Process a dataset using a Groovy script. The script is not trusted and executed in its own safe sandbox.
A Dataset of molecules
A Dataset of molecules
|Script||Groovy script to execute that processes the dataset|
Being able to execute programming code greatly increase the flexibility and functionality of the Squonk Computational Notebook. However this is potentially un-safe as the user is in control of what code gets executed, and this could potentially contain malicious code which could compromise the system of any user.
To accommodate this we execute the code in a temporary Docker container, which provides a secure sandbox where the code can execute. The container is created purely for the purpose of executing the code and is destroyed after it completes. The code only has access to the data it needs for its execution, and cannot access other parts of the system. At worse malicious code could impact the temporary container it is running it.
This specific cell allows for execution of a Groovy script. Groovy is like an extension of Java, the main language used in the Squonk Computational Notebook. As such it is probably the best general choice, though we also plan to provide similar execution environment for other types of programming languages such as Python and R.
The Docker container that is used to execute the Groovy script is adapted from the webratio/groovy image from Docker hub. It allows additional libraries to be pulled in from Maven Central using Groovy’s “Grab” functions (see below for details). In addition the core Squonk libraries are also accessible from a local Maven repository. This allows a wide range of additional functionality to be pulled in from external sources.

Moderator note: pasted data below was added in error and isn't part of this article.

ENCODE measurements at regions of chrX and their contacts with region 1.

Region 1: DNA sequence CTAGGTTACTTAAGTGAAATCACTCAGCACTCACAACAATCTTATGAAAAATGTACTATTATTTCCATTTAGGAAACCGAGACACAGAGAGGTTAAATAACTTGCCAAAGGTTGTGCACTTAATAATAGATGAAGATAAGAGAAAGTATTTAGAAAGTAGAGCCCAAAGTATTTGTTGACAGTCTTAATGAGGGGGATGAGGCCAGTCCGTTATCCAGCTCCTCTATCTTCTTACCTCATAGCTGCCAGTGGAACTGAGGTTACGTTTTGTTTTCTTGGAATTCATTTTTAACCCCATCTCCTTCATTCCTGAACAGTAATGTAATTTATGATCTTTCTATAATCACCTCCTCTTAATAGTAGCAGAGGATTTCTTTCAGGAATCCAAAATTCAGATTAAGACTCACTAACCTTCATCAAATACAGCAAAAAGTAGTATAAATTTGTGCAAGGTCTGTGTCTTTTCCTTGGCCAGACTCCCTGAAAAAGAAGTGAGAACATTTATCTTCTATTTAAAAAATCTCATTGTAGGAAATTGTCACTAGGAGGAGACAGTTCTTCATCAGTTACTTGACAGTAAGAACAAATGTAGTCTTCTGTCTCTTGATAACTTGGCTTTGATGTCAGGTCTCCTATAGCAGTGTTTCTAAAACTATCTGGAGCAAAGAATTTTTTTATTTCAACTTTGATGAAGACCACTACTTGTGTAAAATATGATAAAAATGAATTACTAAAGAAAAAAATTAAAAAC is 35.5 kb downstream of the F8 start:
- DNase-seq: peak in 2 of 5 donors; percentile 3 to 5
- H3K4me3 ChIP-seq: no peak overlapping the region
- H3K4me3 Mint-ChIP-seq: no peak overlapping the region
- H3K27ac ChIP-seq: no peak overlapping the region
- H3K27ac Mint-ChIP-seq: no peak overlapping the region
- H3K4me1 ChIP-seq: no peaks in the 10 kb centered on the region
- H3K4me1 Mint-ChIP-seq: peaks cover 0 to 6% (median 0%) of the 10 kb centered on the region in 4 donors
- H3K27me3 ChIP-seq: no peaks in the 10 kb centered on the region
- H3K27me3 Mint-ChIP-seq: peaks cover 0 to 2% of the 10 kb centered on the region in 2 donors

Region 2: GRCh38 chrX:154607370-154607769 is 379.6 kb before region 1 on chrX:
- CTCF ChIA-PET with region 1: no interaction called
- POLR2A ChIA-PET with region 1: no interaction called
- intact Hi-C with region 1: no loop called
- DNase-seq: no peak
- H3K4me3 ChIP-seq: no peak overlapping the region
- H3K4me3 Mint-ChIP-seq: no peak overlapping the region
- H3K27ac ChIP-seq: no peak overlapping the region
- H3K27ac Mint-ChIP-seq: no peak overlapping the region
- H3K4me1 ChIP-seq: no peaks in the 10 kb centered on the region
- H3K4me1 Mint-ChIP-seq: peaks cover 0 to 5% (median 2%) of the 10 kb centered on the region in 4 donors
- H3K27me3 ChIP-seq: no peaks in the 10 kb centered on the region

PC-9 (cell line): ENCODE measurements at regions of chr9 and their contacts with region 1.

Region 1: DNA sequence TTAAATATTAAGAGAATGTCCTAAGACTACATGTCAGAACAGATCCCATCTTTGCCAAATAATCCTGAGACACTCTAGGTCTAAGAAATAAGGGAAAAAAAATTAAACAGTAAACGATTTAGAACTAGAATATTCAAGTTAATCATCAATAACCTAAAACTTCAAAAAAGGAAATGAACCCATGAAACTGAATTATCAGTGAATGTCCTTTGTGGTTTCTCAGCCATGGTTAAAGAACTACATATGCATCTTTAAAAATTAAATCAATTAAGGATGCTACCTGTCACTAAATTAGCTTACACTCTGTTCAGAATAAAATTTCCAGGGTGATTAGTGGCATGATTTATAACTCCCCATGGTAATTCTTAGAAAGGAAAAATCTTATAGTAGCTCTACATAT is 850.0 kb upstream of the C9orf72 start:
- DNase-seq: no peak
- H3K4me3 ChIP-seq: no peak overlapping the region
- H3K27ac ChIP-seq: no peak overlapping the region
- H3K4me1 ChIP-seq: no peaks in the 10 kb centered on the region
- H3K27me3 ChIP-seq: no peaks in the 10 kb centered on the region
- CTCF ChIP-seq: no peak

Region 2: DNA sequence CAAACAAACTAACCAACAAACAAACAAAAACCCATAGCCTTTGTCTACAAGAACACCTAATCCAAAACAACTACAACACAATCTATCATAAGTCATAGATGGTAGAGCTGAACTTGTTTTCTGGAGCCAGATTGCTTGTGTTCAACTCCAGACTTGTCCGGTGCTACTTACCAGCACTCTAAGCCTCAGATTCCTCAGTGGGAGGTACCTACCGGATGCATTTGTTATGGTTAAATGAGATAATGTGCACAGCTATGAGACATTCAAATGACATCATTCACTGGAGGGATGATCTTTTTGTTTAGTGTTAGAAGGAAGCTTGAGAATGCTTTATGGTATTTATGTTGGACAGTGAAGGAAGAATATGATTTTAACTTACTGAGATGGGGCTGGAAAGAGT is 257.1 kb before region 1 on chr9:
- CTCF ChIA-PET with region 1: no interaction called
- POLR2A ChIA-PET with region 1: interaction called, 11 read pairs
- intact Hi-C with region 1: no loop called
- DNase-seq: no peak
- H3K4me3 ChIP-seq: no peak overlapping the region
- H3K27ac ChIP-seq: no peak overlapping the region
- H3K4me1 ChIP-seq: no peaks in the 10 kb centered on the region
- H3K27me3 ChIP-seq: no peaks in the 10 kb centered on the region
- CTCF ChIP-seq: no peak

- Simplest example that processes a dataset, allowing the molecule’s properties to be updated:
@GrabResolverline: makes the local Maven repository with the core Squonk libraries available. This is not required, but these libraries can be very useful, and are used here.
@Grabline: grabs the “common” Squonk library available.
importlines: imports the necessary classes, including a static import of the methods from the
MoleculeObjectUtilsclass which provides some of the helper methods that are used.
processDatasetmethod: specifies the locations that the input is found and the output will be written to. These are inbuilt conventions that must be followed
mo.putValue()line: this where the actual processing takes place. You would replace this line with something more useful.
- as Consumer: makes groovy cast the closure to a Consumer class which is what is needed by the
In most cases you only need to replace the
mo.putValue() lien with something that meets your neeeds.
- Slightly more complex example that allows any operation on the Stream of MoleculeObjects to be performed, allowing additional operations like filtering to be performed:
This is very similar to the previous example, but as you will see you get access to the Stream
The closure needs to be case to a Function.
- More verbose example providing further flexibility
Similar to above but in this case we are handling the reading and writing. Usually there is no need for this.
- As above, but using “lazy” Groovy-style typing rather that strong Java-style typing
As above but need for fewer imports.